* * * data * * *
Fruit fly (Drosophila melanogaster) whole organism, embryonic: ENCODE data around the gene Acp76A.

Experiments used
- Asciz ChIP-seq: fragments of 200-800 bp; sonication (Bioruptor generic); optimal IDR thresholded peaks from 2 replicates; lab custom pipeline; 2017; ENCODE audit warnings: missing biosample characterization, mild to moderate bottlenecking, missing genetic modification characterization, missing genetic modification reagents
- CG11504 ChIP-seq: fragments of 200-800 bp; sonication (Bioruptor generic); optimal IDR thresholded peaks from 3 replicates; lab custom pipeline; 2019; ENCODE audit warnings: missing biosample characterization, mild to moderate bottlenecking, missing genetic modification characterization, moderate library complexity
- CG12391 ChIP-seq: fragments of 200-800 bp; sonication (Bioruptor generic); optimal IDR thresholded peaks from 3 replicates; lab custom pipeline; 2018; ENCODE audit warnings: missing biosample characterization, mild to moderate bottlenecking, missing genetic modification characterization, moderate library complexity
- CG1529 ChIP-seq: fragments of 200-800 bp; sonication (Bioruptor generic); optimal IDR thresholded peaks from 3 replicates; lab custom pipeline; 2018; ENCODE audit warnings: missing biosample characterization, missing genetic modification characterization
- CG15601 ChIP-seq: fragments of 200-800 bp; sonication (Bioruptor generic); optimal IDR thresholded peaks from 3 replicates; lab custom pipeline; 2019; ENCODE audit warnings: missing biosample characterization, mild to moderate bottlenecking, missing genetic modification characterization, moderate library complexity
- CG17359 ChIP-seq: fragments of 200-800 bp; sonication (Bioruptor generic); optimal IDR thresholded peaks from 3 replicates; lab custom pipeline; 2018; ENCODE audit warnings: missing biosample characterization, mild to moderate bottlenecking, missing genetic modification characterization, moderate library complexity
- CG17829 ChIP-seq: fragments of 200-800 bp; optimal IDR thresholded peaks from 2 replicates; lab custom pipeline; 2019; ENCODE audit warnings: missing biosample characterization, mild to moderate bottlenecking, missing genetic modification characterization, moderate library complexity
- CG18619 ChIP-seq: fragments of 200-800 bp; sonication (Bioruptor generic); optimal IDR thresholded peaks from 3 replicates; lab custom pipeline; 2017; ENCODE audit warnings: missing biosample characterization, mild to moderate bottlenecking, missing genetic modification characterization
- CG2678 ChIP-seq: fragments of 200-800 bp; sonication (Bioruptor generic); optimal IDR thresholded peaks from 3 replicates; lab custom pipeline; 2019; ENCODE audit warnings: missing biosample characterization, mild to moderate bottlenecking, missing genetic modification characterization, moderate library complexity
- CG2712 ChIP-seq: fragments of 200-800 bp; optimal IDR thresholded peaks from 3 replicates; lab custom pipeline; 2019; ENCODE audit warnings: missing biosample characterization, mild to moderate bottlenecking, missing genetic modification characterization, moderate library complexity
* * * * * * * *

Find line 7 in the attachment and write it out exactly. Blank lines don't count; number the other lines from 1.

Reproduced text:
- CG15601 ChIP-seq: fragments of 200-800 bp; sonication (Bioruptor generic); optimal IDR thresholded peaks from 3 replicates; lab custom pipeline; 2019; ENCODE audit warnings: missing biosample characterization, mild to moderate bottlenecking, missing genetic modification characterization, moderate library complexity